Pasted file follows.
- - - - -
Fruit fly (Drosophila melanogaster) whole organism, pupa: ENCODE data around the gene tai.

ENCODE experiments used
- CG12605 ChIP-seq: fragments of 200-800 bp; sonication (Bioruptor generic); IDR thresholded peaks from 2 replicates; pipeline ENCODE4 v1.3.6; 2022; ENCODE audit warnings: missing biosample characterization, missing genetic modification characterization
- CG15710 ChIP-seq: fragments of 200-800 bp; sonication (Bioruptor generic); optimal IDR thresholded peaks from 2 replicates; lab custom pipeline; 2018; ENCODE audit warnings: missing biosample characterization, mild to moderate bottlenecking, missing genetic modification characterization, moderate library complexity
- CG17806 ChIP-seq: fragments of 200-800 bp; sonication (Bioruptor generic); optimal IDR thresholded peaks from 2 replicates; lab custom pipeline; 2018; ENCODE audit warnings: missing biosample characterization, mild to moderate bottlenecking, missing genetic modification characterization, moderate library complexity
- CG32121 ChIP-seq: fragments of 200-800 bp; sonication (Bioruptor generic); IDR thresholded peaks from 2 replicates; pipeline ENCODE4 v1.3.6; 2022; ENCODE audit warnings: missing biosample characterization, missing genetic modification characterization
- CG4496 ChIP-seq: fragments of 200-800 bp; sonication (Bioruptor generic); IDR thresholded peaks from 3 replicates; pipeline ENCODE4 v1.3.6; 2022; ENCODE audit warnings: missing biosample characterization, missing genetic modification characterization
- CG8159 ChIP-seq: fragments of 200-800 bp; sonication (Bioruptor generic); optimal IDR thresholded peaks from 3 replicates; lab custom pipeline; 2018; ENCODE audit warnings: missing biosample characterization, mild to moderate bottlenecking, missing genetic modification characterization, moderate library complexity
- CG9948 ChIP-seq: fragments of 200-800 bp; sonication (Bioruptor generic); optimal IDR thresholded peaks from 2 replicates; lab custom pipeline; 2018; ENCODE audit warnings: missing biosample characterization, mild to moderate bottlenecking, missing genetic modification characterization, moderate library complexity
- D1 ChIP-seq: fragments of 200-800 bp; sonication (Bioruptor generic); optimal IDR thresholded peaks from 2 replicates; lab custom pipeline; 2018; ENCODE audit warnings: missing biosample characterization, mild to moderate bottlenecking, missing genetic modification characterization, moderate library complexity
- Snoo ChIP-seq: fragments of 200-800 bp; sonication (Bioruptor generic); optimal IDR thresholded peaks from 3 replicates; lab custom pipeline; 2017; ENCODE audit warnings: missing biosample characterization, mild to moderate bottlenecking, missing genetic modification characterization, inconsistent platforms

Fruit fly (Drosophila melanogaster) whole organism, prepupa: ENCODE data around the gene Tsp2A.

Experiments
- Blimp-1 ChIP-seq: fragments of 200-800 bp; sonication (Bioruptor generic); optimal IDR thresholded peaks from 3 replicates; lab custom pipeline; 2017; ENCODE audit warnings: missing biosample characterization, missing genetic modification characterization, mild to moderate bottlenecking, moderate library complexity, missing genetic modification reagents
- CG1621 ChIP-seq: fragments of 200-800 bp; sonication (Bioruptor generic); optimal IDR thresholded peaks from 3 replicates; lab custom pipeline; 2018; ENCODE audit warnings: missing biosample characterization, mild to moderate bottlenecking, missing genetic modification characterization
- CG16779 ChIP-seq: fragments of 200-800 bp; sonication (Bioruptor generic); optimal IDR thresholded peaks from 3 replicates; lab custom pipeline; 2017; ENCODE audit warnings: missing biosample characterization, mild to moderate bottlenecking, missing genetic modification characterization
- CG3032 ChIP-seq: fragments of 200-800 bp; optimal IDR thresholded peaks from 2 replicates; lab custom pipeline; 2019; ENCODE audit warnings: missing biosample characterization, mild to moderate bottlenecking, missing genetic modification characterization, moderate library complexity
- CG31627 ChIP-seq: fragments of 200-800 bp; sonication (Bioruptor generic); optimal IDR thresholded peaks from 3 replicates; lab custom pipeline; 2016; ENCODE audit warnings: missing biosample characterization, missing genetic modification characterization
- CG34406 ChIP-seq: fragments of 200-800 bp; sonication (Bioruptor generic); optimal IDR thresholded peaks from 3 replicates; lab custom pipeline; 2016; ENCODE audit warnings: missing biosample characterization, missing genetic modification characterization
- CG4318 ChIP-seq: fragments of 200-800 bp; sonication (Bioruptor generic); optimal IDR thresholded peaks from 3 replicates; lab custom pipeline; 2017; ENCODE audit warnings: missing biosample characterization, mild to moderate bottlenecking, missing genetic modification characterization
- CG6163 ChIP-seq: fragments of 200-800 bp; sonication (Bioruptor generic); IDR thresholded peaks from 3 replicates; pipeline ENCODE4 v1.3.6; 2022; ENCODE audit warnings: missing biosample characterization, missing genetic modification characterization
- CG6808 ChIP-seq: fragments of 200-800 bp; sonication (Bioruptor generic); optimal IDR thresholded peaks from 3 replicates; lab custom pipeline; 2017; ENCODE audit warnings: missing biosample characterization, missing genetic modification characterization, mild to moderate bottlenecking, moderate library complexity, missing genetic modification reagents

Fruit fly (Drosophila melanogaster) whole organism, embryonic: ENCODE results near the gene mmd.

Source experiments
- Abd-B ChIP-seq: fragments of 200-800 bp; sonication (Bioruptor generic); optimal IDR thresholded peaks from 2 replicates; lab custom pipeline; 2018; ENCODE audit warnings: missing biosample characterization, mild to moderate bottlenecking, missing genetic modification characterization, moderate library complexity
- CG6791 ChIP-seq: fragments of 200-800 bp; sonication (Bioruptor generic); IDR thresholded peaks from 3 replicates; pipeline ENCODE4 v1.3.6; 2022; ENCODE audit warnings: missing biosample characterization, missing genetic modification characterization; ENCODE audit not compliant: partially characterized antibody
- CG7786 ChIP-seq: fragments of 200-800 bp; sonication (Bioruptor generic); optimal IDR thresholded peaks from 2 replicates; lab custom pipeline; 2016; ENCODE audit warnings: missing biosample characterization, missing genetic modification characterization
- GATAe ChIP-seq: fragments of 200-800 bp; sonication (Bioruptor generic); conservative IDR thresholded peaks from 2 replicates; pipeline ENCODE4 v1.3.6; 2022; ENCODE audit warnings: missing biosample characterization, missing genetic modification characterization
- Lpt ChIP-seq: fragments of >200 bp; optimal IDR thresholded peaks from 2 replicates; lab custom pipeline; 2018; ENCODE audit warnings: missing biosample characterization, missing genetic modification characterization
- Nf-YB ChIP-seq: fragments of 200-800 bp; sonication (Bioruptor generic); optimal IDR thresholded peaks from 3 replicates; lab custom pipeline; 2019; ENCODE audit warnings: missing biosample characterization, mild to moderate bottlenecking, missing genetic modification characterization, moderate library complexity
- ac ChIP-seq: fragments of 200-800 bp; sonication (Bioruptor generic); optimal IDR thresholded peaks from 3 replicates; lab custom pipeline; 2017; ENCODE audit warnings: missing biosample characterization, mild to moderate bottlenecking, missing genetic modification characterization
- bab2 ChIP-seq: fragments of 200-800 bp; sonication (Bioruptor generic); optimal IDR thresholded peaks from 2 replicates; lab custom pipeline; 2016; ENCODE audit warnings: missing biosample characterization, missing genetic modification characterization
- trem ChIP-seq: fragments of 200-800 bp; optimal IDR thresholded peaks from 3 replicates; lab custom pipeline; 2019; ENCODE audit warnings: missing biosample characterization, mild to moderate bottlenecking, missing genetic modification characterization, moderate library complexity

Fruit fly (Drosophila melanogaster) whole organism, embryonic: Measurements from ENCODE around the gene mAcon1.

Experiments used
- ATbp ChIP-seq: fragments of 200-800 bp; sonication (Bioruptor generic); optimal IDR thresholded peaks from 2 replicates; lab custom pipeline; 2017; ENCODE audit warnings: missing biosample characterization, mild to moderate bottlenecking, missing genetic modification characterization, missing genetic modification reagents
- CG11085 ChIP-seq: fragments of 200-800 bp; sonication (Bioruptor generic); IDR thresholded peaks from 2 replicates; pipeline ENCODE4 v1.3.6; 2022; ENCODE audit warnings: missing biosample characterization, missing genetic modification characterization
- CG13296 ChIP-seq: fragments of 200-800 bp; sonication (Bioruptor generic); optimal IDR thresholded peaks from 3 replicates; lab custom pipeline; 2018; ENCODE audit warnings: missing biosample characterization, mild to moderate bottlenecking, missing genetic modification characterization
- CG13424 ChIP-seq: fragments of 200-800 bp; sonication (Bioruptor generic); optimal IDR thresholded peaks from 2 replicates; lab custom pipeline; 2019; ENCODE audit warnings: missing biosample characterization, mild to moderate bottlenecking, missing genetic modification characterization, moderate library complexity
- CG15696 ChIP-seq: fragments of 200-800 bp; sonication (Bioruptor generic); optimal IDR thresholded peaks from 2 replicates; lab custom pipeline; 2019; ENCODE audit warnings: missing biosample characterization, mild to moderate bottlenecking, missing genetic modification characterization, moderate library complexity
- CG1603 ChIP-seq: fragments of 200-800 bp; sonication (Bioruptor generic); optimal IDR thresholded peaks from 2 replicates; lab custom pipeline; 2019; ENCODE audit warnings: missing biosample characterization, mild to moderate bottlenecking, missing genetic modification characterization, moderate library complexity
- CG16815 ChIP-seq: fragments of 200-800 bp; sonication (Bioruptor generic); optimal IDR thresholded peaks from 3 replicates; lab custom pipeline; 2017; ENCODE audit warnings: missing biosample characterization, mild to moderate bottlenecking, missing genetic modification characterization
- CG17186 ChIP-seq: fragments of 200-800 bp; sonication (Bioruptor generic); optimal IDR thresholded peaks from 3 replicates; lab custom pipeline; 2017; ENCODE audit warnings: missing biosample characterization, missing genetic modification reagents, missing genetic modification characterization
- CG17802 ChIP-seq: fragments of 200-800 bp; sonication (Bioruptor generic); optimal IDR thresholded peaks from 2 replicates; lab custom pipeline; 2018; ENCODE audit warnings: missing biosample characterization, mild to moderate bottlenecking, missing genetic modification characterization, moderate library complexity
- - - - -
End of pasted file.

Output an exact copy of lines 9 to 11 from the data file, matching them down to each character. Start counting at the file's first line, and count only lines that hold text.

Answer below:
- CG9948 ChIP-seq: fragments of 200-800 bp; sonication (Bioruptor generic); optimal IDR thresholded peaks from 2 replicates; lab custom pipeline; 2018; ENCODE audit warnings: missing biosample characterization, mild to moderate bottlenecking, missing genetic modification characterization, moderate library complexity
- D1 ChIP-seq: fragments of 200-800 bp; sonication (Bioruptor generic); optimal IDR thresholded peaks from 2 replicates; lab custom pipeline; 2018; ENCODE audit warnings: missing biosample characterization, mild to moderate bottlenecking, missing genetic modification characterization, moderate library complexity
- Snoo ChIP-seq: fragments of 200-800 bp; sonication (Bioruptor generic); optimal IDR thresholded peaks from 3 replicates; lab custom pipeline; 2017; ENCODE audit warnings: missing biosample characterization, mild to moderate bottlenecking, missing genetic modification characterization, inconsistent platforms